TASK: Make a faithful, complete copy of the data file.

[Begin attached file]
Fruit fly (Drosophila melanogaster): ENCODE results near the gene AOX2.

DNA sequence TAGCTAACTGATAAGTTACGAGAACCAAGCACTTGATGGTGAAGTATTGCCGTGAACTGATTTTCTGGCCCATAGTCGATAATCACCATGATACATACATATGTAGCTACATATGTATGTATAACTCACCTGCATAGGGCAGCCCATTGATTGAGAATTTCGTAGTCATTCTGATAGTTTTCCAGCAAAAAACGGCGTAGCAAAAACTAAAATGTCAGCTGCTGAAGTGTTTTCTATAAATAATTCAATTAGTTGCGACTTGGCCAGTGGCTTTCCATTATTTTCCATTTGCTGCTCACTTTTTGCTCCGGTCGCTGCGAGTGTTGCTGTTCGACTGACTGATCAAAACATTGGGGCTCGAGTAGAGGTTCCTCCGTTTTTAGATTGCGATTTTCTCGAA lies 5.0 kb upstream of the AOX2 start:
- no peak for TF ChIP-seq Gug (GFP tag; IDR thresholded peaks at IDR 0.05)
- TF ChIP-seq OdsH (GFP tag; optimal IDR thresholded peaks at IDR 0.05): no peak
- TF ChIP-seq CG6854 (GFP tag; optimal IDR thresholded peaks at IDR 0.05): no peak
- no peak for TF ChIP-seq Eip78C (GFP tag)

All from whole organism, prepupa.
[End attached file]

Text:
Fruit fly (Drosophila melanogaster): ENCODE results near the gene AOX2.

DNA sequence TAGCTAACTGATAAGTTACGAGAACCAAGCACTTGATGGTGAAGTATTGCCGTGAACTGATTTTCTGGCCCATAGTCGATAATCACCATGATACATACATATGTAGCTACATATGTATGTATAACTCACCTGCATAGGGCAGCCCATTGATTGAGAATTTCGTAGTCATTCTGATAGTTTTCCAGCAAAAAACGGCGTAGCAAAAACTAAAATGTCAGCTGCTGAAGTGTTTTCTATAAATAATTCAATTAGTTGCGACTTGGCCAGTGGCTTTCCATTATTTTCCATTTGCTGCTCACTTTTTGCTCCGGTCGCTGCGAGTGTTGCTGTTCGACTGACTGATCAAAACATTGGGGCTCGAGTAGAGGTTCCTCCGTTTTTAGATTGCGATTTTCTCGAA lies 5.0 kb upstream of the AOX2 start:
- no peak for TF ChIP-seq Gug (GFP tag; IDR thresholded peaks at IDR 0.05)
- TF ChIP-seq OdsH (GFP tag; optimal IDR thresholded peaks at IDR 0.05): no peak
- TF ChIP-seq CG6854 (GFP tag; optimal IDR thresholded peaks at IDR 0.05): no peak
- no peak for TF ChIP-seq Eip78C (GFP tag)

All from whole organism, prepupa.